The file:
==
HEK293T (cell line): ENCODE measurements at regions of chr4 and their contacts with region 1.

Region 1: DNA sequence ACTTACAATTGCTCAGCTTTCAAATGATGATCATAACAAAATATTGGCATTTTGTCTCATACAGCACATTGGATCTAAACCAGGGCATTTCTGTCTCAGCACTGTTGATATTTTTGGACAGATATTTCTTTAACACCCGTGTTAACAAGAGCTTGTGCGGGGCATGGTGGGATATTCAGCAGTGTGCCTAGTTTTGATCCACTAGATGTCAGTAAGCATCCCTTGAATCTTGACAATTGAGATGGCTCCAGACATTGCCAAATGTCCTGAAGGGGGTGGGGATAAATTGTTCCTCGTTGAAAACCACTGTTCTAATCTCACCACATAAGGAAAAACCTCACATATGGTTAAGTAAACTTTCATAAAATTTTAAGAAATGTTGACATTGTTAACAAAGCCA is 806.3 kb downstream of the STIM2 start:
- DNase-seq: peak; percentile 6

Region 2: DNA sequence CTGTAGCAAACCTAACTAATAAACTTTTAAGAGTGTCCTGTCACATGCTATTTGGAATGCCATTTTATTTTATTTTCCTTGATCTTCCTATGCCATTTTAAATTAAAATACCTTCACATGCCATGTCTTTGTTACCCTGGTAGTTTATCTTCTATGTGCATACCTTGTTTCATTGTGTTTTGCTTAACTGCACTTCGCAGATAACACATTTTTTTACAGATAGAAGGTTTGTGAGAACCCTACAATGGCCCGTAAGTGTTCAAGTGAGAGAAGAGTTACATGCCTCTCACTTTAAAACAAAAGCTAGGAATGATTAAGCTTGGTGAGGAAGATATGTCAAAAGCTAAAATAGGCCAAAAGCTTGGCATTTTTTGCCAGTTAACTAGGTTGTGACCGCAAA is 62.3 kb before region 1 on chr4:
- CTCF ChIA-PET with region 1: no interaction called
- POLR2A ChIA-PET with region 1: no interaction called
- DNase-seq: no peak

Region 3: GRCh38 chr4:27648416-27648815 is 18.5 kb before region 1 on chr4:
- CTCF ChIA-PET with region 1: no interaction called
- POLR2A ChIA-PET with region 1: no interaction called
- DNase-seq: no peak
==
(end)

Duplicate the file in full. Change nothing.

HEK293T (cell line): ENCODE measurements at regions of chr4 and their contacts with region 1.

Region 1: DNA sequence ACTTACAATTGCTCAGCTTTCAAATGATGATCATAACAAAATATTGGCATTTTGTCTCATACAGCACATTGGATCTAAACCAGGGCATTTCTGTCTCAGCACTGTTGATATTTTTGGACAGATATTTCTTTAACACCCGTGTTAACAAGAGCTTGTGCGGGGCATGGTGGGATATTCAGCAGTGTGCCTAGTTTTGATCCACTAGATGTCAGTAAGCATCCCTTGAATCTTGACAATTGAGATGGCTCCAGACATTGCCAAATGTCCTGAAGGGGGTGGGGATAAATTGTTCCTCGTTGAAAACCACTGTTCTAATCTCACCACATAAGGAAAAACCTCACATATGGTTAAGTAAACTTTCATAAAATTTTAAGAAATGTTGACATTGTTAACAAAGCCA is 806.3 kb downstream of the STIM2 start:
- DNase-seq: peak; percentile 6

Region 2: DNA sequence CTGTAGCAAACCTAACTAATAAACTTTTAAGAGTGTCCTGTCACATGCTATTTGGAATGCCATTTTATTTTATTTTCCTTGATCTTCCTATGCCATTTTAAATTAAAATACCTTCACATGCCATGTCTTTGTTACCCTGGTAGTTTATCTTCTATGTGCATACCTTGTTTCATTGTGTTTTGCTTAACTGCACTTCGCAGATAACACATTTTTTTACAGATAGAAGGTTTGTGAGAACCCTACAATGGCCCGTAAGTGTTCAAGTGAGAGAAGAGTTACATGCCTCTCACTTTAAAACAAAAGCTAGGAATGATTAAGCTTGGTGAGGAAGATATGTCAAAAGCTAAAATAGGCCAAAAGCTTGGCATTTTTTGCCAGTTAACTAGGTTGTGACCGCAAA is 62.3 kb before region 1 on chr4:
- CTCF ChIA-PET with region 1: no interaction called
- POLR2A ChIA-PET with region 1: no interaction called
- DNase-seq: no peak

Region 3: GRCh38 chr4:27648416-27648815 is 18.5 kb before region 1 on chr4:
- CTCF ChIA-PET with region 1: no interaction called
- POLR2A ChIA-PET with region 1: no interaction called
- DNase-seq: no peak